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Dear Doctors: A friend who is 74 years old had an episode recently where she suddenly sounded as though she had dementia. Her physician diagnosed it as an effect of a UTI. Can you talk about how UTIs in older people can mimic dementia? Also, why do they affect more women than men?
Dear Reader: A urinary tract infection, or UTI, may happen when any part of the urinary system comes into contact with bacteria. This includes the bladder and the kidneys, as well as the ducts that carry urine.
In younger people, a UTI typically makes itself known with symptoms that include a burning sensation while urinating, a frequent urge to go that produces very little output, pressure or pain in the abdomen, and urine that appears dark or cloudy and may smell odd.
In older adults, however, these physical symptoms don’t always appear. Instead, one of the signs that an older adult has developed a UTI can be the altered mental state and cognitive lapses that you observed in your friend. This presents a danger because a urinary tract infection that goes untreated can lead to serious problems, such as kidney damage or even sepsis. These so-called “silent” UTIs can present a grave threat to the health of older adults.
UTIs tend to be more common in women than in men. This is due in part because the urethra, which carries urine from the bladder and out of the body, is shorter in women than in men. It’s also located closer to the rectum, a potential source of bacteria.
When it comes to the difference in symptoms between younger and older adults, the immune system is believed to play a role. As we age, our immune systems become less responsive. That means an infection can reach a more advanced state before the immune system responds and the symptoms of a UTI appear.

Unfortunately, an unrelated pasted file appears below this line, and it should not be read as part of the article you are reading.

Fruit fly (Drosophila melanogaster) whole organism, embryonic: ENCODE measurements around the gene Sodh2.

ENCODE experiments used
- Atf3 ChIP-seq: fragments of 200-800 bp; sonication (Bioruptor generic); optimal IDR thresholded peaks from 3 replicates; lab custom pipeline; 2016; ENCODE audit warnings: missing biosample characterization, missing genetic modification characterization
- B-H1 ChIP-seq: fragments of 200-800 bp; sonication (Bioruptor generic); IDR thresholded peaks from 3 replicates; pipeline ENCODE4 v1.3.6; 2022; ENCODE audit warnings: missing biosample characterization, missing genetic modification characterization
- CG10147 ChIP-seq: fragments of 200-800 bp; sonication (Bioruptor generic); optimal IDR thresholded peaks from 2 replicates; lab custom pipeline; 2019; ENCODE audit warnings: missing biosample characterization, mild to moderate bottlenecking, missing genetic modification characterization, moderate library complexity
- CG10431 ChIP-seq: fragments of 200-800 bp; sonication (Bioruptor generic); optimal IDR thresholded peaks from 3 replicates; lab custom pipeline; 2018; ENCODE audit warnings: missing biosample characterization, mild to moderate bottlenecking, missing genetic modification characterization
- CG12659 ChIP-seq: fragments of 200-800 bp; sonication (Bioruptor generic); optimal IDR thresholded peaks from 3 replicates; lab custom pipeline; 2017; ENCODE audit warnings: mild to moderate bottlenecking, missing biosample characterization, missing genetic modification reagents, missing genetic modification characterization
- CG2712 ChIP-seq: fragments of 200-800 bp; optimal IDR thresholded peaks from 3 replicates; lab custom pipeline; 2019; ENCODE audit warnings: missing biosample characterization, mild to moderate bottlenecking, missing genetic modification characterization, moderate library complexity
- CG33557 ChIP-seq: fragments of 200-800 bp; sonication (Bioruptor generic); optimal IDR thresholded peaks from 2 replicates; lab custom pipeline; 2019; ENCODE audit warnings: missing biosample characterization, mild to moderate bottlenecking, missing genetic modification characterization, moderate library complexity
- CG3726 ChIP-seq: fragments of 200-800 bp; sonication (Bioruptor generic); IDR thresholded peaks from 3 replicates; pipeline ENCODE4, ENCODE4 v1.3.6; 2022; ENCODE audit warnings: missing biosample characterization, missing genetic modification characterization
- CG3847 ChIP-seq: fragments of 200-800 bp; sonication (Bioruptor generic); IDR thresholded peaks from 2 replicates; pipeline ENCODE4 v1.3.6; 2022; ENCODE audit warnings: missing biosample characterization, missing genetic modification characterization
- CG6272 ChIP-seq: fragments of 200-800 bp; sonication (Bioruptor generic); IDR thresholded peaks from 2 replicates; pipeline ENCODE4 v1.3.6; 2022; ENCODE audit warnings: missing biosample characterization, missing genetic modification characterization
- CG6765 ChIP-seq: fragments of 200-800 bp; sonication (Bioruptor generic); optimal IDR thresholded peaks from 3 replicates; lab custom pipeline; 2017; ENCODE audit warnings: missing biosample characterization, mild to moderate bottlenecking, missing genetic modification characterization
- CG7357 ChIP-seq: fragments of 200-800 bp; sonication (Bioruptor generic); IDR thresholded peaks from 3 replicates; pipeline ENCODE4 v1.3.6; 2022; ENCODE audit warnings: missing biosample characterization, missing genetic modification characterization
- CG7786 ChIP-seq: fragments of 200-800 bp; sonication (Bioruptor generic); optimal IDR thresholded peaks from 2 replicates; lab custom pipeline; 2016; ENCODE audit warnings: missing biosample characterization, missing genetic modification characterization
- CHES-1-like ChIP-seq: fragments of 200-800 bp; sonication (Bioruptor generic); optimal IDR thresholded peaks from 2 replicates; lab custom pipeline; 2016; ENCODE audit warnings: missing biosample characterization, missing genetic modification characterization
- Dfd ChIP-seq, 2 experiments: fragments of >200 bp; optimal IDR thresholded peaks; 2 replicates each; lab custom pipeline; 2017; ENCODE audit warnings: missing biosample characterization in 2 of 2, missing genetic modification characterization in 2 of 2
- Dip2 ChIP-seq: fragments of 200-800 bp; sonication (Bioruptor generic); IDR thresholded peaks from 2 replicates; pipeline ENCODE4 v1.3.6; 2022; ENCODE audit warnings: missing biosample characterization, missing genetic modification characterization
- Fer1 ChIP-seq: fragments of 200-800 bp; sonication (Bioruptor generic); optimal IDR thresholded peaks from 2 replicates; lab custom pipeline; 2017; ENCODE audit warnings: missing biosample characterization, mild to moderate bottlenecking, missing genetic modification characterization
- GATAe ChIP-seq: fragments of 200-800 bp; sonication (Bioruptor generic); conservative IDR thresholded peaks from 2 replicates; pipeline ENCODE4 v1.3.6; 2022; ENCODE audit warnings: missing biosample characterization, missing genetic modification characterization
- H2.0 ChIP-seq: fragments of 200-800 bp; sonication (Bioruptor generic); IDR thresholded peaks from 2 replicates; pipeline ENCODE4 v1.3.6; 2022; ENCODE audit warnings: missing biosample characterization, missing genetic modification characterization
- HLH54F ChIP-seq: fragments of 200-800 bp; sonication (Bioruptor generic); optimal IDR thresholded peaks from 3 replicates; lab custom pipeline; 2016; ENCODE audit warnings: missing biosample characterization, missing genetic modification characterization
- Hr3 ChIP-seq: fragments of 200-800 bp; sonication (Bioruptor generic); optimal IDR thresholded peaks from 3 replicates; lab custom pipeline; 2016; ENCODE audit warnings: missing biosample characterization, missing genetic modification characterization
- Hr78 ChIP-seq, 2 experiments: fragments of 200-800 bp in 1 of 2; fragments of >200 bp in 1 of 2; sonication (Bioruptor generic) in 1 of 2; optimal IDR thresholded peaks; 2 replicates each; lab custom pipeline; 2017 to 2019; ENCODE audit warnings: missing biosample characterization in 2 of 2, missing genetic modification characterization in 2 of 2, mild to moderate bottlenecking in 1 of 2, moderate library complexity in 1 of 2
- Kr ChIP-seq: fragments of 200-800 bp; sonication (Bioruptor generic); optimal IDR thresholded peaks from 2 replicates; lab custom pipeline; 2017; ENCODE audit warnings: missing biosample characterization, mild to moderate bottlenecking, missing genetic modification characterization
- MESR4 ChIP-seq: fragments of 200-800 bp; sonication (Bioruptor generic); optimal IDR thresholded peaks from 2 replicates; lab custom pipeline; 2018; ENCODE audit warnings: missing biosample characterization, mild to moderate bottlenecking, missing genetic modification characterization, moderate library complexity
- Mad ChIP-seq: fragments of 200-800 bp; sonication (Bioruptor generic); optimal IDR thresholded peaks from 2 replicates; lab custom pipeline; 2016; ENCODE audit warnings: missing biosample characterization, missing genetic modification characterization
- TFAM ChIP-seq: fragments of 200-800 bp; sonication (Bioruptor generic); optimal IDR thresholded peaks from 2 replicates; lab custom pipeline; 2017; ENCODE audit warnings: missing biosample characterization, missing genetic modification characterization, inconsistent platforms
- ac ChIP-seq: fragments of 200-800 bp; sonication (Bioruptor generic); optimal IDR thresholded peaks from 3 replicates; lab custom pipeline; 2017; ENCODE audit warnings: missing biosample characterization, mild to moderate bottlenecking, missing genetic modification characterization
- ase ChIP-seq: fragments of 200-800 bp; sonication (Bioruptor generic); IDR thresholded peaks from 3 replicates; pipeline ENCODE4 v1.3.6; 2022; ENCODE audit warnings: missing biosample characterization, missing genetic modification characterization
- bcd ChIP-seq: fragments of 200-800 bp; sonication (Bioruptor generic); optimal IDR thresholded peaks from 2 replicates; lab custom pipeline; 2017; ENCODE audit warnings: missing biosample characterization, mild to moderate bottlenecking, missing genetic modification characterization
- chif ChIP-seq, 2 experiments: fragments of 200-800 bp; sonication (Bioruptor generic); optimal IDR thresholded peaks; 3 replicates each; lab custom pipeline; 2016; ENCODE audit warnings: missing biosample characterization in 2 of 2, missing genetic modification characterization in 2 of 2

For some older adults with a UTI, the first symptom they notice is pain or an ache in the lower back. Unfortunately, that’s a sign the infection has reached the kidneys. However, a UTI isn’t the first thing that most people think of when they begin to experience pain or discomfort in the lower back.
The reasons are not yet completely clear as to why UTIs can lead to an altered mental status in older adults. One school of thought is that the surge in inflammation that accompanies an infection may adversely affect the behavior of certain neurotransmitters, thus interfering with brain function. When an older adult suddenly exhibits altered mental status, a urinalysis can check for the presence of certain compounds in the urine that suggest a UTI. A urine culture will pinpoint the specific bacterial culprit.
The good news is that antibiotics are an effective cure. Once patients with an infection complete their course of antibiotics, it’s a good idea to get a follow-up urine culture a few days later. It will let them know whether or not the UTI has completely cleared up.
Eve Glazier, M.D., MBA, is an internist and associate professor of medicine at UCLA Health. Elizabeth Ko, M.D., is an internist and assistant professor of medicine at UCLA Health.Send your questions to firstname.lastname@example.org, or write: Ask the Doctors, c/o UCLA Health Sciences Media Relations, 10960 Wilshire Blvd., Suite 1955, Los Angeles, CA, 90024. Owing to the volume of mail, personal replies cannot be provided.